Tzu-Chiao Chien


Title: Creating directional quantum-limited amplification using multiple parametric drives

Abstract: One of the primary requirements for superconducting quantum information processors is high-fidelity, quantum non-demolition qubit readout.  In superconducting circuits, we perform measurements with quantum-limited microwave amplifiers.  These amplifiers are based on microwave cavities and powered by Josephson-junction based nonlinearities, which we drive to parametrically modulate the circuit and generate gain.   However, cavity-based amplifiers generally suffer from a fixed gain-bandwidth product,
a limited dynamic range, and the absence of directionality, and so they must be operated with external lossy microwave commercial components such as circulators. 

Many of these limitations can be circumvented by combining multiple parametric processes in a few-mode device, in particular by combining parametric drives which produce gain and those which produce gainless photon conversion.  By combining balanced gain and conversion processes between a pair of modes, we have demonstrated transmission-only, phase-sensitive, gain-bandwidth-free amplification.  We have also used measurements of transmon qubits with this mode of amplification to demonstrate its practical utility.  More, by combining multiple instances of imbalanced gain and conversion processes among three modes, we have realized devices with non-reciprocal, transmission-only amplification, matched ports, and a large, gain-independent bandwidth.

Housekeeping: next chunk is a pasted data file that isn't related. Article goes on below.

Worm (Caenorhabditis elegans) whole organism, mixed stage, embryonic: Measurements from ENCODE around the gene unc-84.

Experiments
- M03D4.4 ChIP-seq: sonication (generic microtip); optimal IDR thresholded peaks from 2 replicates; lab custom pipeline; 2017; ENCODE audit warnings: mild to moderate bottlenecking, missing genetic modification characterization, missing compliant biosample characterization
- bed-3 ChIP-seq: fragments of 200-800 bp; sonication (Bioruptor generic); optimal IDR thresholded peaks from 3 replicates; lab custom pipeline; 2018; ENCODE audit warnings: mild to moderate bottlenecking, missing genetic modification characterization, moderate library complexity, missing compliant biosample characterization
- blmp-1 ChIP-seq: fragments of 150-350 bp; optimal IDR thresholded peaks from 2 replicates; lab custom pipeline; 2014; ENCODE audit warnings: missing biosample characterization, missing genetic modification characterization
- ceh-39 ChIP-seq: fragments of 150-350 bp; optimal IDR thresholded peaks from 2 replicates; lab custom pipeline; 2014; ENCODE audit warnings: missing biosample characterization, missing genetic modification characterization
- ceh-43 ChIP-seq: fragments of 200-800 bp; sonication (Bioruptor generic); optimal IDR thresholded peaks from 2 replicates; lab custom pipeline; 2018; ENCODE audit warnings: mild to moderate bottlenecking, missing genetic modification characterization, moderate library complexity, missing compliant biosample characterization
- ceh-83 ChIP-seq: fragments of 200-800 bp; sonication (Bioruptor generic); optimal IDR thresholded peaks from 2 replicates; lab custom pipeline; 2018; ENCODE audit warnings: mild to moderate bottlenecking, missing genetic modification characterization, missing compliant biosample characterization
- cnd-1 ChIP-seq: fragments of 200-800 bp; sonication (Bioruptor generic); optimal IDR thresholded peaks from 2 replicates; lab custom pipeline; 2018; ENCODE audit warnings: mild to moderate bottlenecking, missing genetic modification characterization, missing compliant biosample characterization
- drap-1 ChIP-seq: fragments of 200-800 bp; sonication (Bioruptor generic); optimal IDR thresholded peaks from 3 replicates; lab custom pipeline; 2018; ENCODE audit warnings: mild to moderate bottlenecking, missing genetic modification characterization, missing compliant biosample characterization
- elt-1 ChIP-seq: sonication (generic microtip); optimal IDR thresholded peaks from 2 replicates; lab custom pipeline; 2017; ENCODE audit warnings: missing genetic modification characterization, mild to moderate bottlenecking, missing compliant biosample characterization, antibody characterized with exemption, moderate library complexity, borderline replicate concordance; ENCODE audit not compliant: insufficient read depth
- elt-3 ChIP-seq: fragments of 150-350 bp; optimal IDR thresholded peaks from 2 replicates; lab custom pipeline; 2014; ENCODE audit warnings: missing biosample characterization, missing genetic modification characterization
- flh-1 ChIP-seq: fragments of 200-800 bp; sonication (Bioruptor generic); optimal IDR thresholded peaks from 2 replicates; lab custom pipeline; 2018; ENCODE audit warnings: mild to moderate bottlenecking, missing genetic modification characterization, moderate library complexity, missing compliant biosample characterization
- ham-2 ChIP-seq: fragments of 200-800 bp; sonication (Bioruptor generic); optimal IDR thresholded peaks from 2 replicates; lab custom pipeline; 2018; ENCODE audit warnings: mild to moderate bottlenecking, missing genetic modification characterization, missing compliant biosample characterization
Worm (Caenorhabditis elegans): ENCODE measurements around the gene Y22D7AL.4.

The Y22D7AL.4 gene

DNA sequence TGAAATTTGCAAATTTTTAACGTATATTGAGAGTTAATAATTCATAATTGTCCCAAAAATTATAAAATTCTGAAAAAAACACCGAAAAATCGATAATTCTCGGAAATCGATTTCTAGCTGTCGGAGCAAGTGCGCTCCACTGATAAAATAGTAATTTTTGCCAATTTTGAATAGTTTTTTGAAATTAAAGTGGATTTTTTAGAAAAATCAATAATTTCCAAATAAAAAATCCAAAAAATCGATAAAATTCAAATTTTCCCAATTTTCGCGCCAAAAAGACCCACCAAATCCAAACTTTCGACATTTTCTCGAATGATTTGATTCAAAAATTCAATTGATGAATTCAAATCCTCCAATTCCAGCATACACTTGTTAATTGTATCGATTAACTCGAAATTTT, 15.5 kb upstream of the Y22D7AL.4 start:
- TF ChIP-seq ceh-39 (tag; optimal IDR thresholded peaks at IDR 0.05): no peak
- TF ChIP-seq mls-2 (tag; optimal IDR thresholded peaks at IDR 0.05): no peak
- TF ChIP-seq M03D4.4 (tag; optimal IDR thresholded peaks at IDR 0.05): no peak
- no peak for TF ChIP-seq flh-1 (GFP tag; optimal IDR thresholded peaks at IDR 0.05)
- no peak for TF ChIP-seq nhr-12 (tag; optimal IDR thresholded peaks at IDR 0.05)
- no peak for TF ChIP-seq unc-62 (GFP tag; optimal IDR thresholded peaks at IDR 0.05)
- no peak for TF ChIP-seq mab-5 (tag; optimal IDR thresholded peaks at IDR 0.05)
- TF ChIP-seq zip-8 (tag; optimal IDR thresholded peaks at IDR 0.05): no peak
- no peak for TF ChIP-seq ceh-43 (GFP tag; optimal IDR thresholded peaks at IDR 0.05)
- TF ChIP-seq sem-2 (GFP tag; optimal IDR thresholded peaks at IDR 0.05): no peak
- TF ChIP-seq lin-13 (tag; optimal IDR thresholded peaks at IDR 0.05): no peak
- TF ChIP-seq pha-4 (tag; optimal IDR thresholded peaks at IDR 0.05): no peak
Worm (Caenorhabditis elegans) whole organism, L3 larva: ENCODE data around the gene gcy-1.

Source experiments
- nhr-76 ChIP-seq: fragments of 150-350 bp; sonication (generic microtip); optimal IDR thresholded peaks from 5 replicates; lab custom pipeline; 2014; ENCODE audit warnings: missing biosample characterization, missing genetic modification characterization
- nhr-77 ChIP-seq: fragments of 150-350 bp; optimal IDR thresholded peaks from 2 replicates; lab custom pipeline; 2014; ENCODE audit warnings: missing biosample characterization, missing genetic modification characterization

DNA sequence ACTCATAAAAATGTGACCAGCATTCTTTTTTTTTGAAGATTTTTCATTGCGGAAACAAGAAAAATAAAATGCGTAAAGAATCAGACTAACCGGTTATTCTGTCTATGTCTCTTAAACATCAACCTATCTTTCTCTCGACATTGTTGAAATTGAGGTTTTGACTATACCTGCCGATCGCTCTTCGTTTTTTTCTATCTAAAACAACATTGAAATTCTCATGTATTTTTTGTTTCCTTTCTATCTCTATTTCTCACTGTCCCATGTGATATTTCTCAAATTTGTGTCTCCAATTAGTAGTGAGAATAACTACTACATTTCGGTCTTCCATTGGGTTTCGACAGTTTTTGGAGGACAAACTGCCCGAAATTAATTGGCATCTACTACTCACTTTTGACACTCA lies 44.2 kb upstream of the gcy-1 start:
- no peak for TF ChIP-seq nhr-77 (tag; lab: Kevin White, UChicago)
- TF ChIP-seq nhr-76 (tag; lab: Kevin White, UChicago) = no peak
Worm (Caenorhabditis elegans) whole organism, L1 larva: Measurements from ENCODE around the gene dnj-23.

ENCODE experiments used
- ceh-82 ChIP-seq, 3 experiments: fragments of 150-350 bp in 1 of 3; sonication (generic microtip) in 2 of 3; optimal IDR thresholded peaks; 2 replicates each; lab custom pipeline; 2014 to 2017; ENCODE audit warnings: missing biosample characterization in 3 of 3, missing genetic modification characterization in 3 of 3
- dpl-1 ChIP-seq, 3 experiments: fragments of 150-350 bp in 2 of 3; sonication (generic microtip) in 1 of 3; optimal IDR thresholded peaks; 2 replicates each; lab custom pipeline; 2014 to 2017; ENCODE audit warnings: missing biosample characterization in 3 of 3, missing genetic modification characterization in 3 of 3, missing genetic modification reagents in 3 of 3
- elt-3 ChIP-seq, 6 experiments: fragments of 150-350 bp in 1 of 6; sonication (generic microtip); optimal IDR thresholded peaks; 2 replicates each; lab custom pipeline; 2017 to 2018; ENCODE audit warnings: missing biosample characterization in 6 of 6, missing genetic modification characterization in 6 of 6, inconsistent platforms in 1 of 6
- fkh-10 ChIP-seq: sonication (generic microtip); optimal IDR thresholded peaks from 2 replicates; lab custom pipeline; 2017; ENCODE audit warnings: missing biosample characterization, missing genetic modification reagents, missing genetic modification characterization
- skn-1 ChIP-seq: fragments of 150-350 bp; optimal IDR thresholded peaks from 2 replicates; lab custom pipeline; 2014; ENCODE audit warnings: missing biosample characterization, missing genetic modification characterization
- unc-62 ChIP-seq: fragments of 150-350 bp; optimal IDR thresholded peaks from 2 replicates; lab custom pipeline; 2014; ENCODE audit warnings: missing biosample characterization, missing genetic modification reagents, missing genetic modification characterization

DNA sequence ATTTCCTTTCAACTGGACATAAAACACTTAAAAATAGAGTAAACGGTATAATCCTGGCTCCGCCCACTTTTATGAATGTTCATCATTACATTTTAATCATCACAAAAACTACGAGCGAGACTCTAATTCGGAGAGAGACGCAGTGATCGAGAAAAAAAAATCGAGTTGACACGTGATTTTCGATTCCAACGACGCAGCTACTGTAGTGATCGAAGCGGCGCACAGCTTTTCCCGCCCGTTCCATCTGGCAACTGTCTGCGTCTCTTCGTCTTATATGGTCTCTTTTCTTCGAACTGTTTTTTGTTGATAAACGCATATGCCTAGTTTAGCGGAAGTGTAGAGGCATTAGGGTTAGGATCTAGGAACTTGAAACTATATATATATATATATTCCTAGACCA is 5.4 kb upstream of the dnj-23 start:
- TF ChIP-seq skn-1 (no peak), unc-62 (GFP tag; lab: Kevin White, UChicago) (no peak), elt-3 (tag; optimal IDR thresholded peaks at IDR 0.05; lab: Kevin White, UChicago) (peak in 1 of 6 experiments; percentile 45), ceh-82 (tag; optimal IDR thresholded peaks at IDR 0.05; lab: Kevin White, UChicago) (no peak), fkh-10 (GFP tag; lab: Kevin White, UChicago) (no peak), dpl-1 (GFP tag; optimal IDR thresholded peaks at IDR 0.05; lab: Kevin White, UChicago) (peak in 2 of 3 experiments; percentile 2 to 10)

One of the biggest challenges in tuning multiple parametric processes is both inherent and dynamically-generated higher order nonlinearities in the device, which shift mode frequencies and parametric coupling strengths with pump power, preventing accurate balancing of the parametric processes. These can be controlled through engineering the Hamiltonian of the nonlinear element, in this thesis either a  linearly-shunted Josephson Ring Modulator or SNAIL (Superconducting Nonlinear Asymmetric Inductive eLements), which for certain applied flux values can minimize or even change the sign of higher-order even nonlinearities.  More, we have explored a range of circuit parameters, allow us to also control the relative size of odd-order nonlinearities.  We have developed a series of prototypes which implement these concepts, and have achieved both high-dynamic range singly pumped amplifiers, and a promising platform for multi-parametric devices.  We conclude by presenting recent progress towards implementing multiple parametric schemes that generates a practical directional amplifier, and discuss the remaining obstacles to truly ideal parametric amplifiers.




Graduate Advisor

Michael Hatridge